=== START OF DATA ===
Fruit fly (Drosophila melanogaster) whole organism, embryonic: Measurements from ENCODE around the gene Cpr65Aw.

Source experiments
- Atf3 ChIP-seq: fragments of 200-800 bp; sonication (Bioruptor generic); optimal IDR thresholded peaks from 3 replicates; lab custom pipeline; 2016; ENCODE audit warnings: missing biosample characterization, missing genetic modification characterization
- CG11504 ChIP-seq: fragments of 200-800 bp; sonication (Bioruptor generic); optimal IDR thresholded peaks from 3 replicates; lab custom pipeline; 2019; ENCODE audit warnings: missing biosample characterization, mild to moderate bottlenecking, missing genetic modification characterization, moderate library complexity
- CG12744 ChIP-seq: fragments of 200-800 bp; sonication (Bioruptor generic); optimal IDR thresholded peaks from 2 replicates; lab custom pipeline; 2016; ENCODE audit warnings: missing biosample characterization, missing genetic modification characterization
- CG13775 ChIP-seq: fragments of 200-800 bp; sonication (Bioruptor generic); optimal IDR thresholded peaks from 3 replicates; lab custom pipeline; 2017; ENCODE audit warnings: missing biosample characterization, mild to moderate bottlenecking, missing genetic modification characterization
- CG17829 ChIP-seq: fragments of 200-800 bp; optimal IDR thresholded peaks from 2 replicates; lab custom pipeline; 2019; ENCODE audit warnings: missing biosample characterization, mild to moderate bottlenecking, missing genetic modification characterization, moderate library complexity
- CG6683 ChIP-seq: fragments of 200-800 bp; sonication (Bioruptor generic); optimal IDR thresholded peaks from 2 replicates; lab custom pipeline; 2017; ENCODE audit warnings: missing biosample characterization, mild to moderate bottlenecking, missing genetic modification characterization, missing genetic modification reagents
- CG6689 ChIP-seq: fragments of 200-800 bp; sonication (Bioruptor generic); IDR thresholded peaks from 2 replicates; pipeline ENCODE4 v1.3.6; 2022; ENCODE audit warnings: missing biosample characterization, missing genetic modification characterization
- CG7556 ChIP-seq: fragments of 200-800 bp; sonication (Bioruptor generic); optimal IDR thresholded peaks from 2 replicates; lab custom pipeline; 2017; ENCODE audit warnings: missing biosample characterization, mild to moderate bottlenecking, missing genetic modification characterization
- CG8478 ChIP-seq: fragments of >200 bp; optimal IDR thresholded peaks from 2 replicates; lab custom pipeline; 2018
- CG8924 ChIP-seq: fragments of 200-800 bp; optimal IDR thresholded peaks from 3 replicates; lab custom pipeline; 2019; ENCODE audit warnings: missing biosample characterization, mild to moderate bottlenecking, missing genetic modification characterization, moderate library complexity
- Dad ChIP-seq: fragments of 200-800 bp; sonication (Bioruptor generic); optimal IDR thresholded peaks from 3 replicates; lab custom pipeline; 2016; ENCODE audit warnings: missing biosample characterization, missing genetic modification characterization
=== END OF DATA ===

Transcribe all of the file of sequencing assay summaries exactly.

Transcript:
Fruit fly (Drosophila melanogaster) whole organism, embryonic: Measurements from ENCODE around the gene Cpr65Aw.

Source experiments
- Atf3 ChIP-seq: fragments of 200-800 bp; sonication (Bioruptor generic); optimal IDR thresholded peaks from 3 replicates; lab custom pipeline; 2016; ENCODE audit warnings: missing biosample characterization, missing genetic modification characterization
- CG11504 ChIP-seq: fragments of 200-800 bp; sonication (Bioruptor generic); optimal IDR thresholded peaks from 3 replicates; lab custom pipeline; 2019; ENCODE audit warnings: missing biosample characterization, mild to moderate bottlenecking, missing genetic modification characterization, moderate library complexity
- CG12744 ChIP-seq: fragments of 200-800 bp; sonication (Bioruptor generic); optimal IDR thresholded peaks from 2 replicates; lab custom pipeline; 2016; ENCODE audit warnings: missing biosample characterization, missing genetic modification characterization
- CG13775 ChIP-seq: fragments of 200-800 bp; sonication (Bioruptor generic); optimal IDR thresholded peaks from 3 replicates; lab custom pipeline; 2017; ENCODE audit warnings: missing biosample characterization, mild to moderate bottlenecking, missing genetic modification characterization
- CG17829 ChIP-seq: fragments of 200-800 bp; optimal IDR thresholded peaks from 2 replicates; lab custom pipeline; 2019; ENCODE audit warnings: missing biosample characterization, mild to moderate bottlenecking, missing genetic modification characterization, moderate library complexity
- CG6683 ChIP-seq: fragments of 200-800 bp; sonication (Bioruptor generic); optimal IDR thresholded peaks from 2 replicates; lab custom pipeline; 2017; ENCODE audit warnings: missing biosample characterization, mild to moderate bottlenecking, missing genetic modification characterization, missing genetic modification reagents
- CG6689 ChIP-seq: fragments of 200-800 bp; sonication (Bioruptor generic); IDR thresholded peaks from 2 replicates; pipeline ENCODE4 v1.3.6; 2022; ENCODE audit warnings: missing biosample characterization, missing genetic modification characterization
- CG7556 ChIP-seq: fragments of 200-800 bp; sonication (Bioruptor generic); optimal IDR thresholded peaks from 2 replicates; lab custom pipeline; 2017; ENCODE audit warnings: missing biosample characterization, mild to moderate bottlenecking, missing genetic modification characterization
- CG8478 ChIP-seq: fragments of >200 bp; optimal IDR thresholded peaks from 2 replicates; lab custom pipeline; 2018
- CG8924 ChIP-seq: fragments of 200-800 bp; optimal IDR thresholded peaks from 3 replicates; lab custom pipeline; 2019; ENCODE audit warnings: missing biosample characterization, mild to moderate bottlenecking, missing genetic modification characterization, moderate library complexity
- Dad ChIP-seq: fragments of 200-800 bp; sonication (Bioruptor generic); optimal IDR thresholded peaks from 3 replicates; lab custom pipeline; 2016; ENCODE audit warnings: missing biosample characterization, missing genetic modification characterization